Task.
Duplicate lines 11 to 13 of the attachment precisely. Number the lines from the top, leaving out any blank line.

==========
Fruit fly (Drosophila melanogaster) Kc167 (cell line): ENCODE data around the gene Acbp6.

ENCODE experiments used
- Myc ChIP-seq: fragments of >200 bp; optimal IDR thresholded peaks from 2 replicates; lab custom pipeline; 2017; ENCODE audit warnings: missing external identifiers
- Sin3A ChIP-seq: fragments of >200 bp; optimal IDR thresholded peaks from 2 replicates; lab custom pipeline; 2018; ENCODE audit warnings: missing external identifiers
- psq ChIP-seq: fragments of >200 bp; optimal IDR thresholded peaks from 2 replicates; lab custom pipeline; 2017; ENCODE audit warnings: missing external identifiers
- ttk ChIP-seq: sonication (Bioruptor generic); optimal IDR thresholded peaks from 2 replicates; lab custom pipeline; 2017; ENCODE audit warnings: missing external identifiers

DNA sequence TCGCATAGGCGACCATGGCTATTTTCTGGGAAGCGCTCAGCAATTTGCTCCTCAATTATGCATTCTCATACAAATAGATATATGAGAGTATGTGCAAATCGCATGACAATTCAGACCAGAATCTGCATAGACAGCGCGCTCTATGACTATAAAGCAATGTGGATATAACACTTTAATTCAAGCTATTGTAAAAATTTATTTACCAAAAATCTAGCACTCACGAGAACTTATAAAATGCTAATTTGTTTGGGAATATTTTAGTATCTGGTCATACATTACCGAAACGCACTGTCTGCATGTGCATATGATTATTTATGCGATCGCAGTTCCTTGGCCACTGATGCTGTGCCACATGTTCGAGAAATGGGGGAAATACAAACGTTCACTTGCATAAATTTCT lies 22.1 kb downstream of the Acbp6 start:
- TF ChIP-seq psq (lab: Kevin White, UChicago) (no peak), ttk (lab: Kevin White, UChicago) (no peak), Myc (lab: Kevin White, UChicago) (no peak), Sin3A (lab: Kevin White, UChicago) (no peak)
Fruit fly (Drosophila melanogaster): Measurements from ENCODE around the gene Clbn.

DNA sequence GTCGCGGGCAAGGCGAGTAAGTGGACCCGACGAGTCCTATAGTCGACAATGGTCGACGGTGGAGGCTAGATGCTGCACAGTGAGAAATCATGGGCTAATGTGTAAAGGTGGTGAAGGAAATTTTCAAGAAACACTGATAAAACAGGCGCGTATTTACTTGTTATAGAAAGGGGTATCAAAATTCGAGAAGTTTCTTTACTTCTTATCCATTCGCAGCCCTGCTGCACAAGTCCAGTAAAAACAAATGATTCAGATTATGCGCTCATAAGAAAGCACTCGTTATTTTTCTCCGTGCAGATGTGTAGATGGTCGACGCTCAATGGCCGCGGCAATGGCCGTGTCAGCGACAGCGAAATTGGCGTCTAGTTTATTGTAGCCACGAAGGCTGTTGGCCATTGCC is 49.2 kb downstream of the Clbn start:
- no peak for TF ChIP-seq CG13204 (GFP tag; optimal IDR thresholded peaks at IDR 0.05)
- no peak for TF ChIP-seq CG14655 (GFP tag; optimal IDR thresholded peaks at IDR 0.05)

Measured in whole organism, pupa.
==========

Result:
- no peak for TF ChIP-seq CG13204 (GFP tag; optimal IDR thresholded peaks at IDR 0.05)
- no peak for TF ChIP-seq CG14655 (GFP tag; optimal IDR thresholded peaks at IDR 0.05)

Measured in whole organism, pupa.